beer battered fish and chips at the crown and sceptre

chish and fips

The Pulse opted for chunks of rib eye steak served in a ciabatta with watercress and red onion chutney. She enjoyed both the tangy chutney and the tender steak cooked medium, but, like Mumbles, thought the accompanying chips weren’t crisp enough.

rib eye steak sandwich at The Crown and Sceptre

Meat and bread.

Sue-Ellen had the most interesting main dish of all – a savoury tart with Wensleydale cheese baked into the pastry. The tart is then filled with asparagus, mushrooms, peas and served alongside a beetroot and potato combo. She enjoyed the tasty vegetables which weren’t overcooked, especially the potatoes covered in a beetroot sauce which was delicately flavoured rather than overpowering. While she also enjoyed the subtle taste of the cheese-flavoured pastry, I found the flavour too muted to be enjoyable.

Wensleydale tart at The Crown and Sceptre

What a cheesy tart!

The desserts were just as varied as the main courses. I opted for the unusual sounding chocolate and beetroot brownie which turned out to be far less exciting than it sounds. Brownies should have a semi-solid, semi-soft texture somewhere in between that of a cake and a cookie. The Crown and Sceptre’s version was completely gooey and soft which was pleasant in its own right, but completely unlike a brownie. Also surprising was the almost complete lack of any beetroot flavour as far as I could tell. The clotted cream-esque vanilla ice cream accompaniment was satisfactory, but its generic flavour is just as unremarkable as the characterless chocolate used in the brownie.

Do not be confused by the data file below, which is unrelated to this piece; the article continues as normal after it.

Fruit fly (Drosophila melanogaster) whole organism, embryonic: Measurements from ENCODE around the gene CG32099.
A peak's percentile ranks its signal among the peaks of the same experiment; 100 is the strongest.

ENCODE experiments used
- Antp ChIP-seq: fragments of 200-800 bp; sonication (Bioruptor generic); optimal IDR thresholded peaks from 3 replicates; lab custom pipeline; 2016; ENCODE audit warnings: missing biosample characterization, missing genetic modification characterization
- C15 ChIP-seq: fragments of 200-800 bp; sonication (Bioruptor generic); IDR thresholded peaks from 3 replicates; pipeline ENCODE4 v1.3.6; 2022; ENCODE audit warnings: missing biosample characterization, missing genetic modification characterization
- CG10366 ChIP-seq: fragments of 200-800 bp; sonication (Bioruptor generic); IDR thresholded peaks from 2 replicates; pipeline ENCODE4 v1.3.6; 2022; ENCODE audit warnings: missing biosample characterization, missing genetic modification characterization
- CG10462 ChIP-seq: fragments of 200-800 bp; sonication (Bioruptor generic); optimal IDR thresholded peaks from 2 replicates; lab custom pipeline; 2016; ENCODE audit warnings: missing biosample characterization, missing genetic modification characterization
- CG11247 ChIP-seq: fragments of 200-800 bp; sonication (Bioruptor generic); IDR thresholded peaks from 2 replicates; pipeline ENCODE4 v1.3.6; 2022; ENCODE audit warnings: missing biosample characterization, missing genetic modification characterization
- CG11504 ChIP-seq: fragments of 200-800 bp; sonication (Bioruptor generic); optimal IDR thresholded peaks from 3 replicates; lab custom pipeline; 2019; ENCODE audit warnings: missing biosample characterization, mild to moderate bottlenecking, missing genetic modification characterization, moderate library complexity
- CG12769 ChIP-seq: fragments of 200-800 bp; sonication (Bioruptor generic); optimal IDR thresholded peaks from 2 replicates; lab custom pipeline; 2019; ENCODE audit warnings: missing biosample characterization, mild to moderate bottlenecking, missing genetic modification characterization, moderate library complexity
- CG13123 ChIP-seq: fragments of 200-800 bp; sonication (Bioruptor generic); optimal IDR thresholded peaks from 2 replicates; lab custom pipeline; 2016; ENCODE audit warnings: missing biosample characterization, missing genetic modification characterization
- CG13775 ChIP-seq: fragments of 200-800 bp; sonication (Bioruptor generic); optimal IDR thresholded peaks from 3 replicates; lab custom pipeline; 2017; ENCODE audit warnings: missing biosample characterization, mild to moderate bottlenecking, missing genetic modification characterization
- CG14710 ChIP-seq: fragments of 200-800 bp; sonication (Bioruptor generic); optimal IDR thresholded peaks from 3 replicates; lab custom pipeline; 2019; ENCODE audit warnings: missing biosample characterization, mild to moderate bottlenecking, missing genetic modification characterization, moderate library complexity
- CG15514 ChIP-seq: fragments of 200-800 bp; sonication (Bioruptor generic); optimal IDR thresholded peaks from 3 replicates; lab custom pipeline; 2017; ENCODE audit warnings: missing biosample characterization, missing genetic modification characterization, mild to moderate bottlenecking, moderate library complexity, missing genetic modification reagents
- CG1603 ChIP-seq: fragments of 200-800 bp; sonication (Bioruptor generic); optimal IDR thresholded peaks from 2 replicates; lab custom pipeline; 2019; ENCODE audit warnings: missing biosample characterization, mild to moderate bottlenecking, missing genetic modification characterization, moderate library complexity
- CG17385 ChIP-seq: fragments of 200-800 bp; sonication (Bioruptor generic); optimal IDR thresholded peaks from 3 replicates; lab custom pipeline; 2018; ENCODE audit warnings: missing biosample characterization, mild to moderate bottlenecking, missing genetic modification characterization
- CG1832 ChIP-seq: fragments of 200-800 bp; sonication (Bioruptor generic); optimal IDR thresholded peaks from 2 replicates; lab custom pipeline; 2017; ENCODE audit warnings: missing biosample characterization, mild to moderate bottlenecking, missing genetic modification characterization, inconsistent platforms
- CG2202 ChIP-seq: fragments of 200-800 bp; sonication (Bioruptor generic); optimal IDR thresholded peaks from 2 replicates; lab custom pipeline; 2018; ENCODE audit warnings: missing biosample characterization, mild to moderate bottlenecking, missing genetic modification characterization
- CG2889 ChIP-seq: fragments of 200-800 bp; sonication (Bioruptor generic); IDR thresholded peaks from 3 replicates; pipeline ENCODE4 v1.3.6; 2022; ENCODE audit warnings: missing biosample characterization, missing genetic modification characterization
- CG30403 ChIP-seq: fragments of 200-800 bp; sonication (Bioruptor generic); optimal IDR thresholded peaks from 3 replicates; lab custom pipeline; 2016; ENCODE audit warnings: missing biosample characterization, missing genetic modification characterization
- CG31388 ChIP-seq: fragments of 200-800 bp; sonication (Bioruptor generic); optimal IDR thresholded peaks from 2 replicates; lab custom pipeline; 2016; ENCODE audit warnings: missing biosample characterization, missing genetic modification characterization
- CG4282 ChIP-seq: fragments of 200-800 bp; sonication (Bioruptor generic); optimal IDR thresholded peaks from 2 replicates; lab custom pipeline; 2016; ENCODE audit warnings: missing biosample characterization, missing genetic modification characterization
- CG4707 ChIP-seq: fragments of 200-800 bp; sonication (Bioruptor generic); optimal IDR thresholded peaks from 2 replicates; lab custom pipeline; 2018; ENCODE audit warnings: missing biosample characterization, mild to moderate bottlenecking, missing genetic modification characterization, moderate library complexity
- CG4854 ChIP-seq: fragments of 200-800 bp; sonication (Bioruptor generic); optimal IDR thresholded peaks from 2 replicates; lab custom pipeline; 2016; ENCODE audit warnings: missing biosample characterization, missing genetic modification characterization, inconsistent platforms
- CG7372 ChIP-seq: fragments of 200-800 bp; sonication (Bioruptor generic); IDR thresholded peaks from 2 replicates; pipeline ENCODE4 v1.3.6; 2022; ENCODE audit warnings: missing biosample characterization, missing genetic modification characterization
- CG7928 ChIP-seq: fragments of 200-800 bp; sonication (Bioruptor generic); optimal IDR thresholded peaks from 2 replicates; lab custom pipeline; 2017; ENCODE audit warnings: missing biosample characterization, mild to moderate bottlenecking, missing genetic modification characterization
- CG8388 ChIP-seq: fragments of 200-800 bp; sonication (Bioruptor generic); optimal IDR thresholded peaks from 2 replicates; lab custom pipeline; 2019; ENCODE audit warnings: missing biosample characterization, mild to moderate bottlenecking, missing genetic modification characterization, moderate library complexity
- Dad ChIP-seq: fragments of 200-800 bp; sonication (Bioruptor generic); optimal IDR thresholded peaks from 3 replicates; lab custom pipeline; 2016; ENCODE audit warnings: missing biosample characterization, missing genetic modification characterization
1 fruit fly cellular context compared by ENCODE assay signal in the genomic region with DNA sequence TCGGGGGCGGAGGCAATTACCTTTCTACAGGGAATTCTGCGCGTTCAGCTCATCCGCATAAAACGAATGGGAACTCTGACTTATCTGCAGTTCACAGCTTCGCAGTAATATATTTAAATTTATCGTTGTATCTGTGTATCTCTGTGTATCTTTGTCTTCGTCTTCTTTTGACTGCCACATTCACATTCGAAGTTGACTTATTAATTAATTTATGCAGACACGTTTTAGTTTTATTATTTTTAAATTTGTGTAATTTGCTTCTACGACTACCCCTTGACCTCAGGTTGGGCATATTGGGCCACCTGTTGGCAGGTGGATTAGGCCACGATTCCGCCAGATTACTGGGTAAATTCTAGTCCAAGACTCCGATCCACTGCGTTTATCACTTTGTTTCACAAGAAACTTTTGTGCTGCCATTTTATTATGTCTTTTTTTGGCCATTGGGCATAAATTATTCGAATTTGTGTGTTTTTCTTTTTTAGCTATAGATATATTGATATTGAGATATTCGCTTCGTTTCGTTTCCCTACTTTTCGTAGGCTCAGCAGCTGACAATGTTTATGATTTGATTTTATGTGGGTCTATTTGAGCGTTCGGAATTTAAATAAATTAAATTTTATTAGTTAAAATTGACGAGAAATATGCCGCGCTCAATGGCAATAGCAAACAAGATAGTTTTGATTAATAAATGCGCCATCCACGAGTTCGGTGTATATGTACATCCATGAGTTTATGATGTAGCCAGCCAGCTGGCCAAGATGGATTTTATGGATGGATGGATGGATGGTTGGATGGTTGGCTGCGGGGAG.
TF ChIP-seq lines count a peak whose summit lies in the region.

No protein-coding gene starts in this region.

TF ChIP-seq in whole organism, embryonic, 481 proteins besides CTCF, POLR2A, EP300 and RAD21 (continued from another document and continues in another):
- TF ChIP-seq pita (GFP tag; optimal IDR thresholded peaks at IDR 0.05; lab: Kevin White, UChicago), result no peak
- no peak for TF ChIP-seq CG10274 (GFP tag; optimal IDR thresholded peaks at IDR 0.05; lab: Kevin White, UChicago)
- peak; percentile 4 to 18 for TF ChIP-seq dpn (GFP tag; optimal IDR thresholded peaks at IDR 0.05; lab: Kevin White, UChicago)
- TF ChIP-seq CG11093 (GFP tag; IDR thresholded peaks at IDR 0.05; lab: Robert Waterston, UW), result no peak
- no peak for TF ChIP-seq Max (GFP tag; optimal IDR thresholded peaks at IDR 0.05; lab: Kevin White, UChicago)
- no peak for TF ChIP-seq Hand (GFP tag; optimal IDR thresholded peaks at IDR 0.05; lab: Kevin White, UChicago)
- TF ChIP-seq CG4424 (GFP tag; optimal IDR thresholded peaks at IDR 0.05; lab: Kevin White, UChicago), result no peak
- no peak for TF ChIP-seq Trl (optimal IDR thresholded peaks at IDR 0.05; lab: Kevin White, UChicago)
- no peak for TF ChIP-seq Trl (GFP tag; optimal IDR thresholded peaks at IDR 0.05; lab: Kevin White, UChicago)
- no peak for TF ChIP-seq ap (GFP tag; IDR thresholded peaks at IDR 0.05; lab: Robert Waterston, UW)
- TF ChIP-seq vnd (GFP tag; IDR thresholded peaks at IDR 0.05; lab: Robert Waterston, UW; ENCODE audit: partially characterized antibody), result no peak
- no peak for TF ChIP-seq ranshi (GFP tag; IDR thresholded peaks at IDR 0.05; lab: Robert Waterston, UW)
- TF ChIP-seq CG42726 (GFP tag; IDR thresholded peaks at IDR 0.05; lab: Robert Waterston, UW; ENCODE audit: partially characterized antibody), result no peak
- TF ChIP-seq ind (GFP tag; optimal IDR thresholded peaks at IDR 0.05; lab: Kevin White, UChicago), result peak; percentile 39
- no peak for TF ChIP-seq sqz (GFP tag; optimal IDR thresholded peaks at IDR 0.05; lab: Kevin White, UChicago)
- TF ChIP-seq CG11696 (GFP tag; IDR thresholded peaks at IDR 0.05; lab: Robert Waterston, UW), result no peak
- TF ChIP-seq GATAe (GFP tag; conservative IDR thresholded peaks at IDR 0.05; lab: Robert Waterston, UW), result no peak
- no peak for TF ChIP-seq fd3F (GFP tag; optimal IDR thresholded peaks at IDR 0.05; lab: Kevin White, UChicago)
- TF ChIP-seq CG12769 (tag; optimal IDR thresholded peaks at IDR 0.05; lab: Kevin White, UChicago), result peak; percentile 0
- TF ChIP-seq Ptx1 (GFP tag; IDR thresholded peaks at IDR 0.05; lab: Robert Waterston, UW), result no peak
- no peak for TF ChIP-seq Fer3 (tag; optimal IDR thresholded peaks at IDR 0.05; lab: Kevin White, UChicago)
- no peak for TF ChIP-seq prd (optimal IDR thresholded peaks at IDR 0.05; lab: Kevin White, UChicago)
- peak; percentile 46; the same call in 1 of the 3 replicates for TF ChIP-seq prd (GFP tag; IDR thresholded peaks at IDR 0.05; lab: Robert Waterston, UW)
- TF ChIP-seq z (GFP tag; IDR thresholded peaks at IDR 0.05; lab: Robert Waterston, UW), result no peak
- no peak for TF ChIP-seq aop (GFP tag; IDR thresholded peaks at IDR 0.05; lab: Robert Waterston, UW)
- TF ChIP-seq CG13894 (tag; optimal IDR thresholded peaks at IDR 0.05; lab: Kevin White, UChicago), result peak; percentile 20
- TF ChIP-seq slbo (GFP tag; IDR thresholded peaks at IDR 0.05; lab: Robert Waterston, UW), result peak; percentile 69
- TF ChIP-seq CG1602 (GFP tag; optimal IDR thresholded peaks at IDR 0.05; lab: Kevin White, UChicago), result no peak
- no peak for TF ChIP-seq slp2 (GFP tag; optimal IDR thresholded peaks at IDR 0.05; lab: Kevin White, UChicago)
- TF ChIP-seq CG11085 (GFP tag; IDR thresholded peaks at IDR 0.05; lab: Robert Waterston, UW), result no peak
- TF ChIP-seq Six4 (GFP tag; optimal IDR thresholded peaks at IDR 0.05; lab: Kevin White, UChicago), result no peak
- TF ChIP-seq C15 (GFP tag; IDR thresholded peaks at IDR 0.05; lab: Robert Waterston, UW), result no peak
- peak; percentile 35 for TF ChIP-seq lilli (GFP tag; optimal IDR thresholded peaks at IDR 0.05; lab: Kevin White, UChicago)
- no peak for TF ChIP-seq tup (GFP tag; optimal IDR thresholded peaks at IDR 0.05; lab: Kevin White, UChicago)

beetroot chocolate brownie

Beetroot chocolate brownie served with ice cream.

Sue-Ellen chose the sticky toffee pudding and, unusually, we were both in agreement on its merits. The raisin-studded cake was tangy and malty and wasn’t too crumbly – it was perfectly airy and moist instead. The toffee was very sweet and had a dark sugariness to it, but it wasn’t quite gooey enough for either my taste or Sue-Ellen’s. Overall, a very respectable effort.